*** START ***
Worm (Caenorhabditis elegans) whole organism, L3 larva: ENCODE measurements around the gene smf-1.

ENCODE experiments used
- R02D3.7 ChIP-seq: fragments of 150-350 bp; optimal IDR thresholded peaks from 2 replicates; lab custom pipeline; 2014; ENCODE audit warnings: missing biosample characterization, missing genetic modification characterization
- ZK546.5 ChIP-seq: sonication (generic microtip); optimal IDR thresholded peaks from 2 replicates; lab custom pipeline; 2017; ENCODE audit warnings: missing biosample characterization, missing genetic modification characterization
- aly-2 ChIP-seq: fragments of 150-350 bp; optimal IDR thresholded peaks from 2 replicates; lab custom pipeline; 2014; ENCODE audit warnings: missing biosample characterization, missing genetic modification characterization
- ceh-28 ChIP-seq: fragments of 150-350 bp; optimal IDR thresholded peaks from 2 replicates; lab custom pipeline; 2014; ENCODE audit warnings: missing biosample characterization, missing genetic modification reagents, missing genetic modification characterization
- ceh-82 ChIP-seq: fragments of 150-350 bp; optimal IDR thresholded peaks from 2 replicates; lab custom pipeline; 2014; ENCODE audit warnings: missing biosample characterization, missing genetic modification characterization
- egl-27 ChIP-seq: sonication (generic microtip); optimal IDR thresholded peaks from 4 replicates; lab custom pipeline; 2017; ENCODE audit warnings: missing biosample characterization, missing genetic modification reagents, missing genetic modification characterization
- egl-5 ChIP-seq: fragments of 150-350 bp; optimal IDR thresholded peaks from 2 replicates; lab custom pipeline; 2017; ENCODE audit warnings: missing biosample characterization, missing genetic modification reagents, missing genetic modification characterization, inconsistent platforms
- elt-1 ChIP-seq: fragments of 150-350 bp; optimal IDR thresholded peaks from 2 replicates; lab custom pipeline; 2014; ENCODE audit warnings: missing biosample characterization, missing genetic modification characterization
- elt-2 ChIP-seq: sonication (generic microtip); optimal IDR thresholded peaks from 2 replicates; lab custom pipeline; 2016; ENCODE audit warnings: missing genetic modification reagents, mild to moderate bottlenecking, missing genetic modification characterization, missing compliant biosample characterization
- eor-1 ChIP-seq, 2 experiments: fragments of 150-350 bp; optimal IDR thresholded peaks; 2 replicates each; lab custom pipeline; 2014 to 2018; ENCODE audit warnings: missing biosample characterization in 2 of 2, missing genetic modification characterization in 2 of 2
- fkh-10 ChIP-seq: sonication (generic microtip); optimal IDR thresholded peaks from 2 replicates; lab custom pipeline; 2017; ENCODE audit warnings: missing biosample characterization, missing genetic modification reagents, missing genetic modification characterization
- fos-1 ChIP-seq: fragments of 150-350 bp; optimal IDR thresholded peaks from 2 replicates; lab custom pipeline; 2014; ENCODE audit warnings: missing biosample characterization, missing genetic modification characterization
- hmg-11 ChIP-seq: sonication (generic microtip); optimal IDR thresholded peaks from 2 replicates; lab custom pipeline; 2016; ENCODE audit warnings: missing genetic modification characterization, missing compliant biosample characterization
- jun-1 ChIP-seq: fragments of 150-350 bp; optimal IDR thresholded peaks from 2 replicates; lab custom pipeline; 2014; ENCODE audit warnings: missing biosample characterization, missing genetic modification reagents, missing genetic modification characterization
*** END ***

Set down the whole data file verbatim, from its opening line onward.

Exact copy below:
Worm (Caenorhabditis elegans) whole organism, L3 larva: ENCODE measurements around the gene smf-1.

ENCODE experiments used
- R02D3.7 ChIP-seq: fragments of 150-350 bp; optimal IDR thresholded peaks from 2 replicates; lab custom pipeline; 2014; ENCODE audit warnings: missing biosample characterization, missing genetic modification characterization
- ZK546.5 ChIP-seq: sonication (generic microtip); optimal IDR thresholded peaks from 2 replicates; lab custom pipeline; 2017; ENCODE audit warnings: missing biosample characterization, missing genetic modification characterization
- aly-2 ChIP-seq: fragments of 150-350 bp; optimal IDR thresholded peaks from 2 replicates; lab custom pipeline; 2014; ENCODE audit warnings: missing biosample characterization, missing genetic modification characterization
- ceh-28 ChIP-seq: fragments of 150-350 bp; optimal IDR thresholded peaks from 2 replicates; lab custom pipeline; 2014; ENCODE audit warnings: missing biosample characterization, missing genetic modification reagents, missing genetic modification characterization
- ceh-82 ChIP-seq: fragments of 150-350 bp; optimal IDR thresholded peaks from 2 replicates; lab custom pipeline; 2014; ENCODE audit warnings: missing biosample characterization, missing genetic modification characterization
- egl-27 ChIP-seq: sonication (generic microtip); optimal IDR thresholded peaks from 4 replicates; lab custom pipeline; 2017; ENCODE audit warnings: missing biosample characterization, missing genetic modification reagents, missing genetic modification characterization
- egl-5 ChIP-seq: fragments of 150-350 bp; optimal IDR thresholded peaks from 2 replicates; lab custom pipeline; 2017; ENCODE audit warnings: missing biosample characterization, missing genetic modification reagents, missing genetic modification characterization, inconsistent platforms
- elt-1 ChIP-seq: fragments of 150-350 bp; optimal IDR thresholded peaks from 2 replicates; lab custom pipeline; 2014; ENCODE audit warnings: missing biosample characterization, missing genetic modification characterization
- elt-2 ChIP-seq: sonication (generic microtip); optimal IDR thresholded peaks from 2 replicates; lab custom pipeline; 2016; ENCODE audit warnings: missing genetic modification reagents, mild to moderate bottlenecking, missing genetic modification characterization, missing compliant biosample characterization
- eor-1 ChIP-seq, 2 experiments: fragments of 150-350 bp; optimal IDR thresholded peaks; 2 replicates each; lab custom pipeline; 2014 to 2018; ENCODE audit warnings: missing biosample characterization in 2 of 2, missing genetic modification characterization in 2 of 2
- fkh-10 ChIP-seq: sonication (generic microtip); optimal IDR thresholded peaks from 2 replicates; lab custom pipeline; 2017; ENCODE audit warnings: missing biosample characterization, missing genetic modification reagents, missing genetic modification characterization
- fos-1 ChIP-seq: fragments of 150-350 bp; optimal IDR thresholded peaks from 2 replicates; lab custom pipeline; 2014; ENCODE audit warnings: missing biosample characterization, missing genetic modification characterization
- hmg-11 ChIP-seq: sonication (generic microtip); optimal IDR thresholded peaks from 2 replicates; lab custom pipeline; 2016; ENCODE audit warnings: missing genetic modification characterization, missing compliant biosample characterization
- jun-1 ChIP-seq: fragments of 150-350 bp; optimal IDR thresholded peaks from 2 replicates; lab custom pipeline; 2014; ENCODE audit warnings: missing biosample characterization, missing genetic modification reagents, missing genetic modification characterization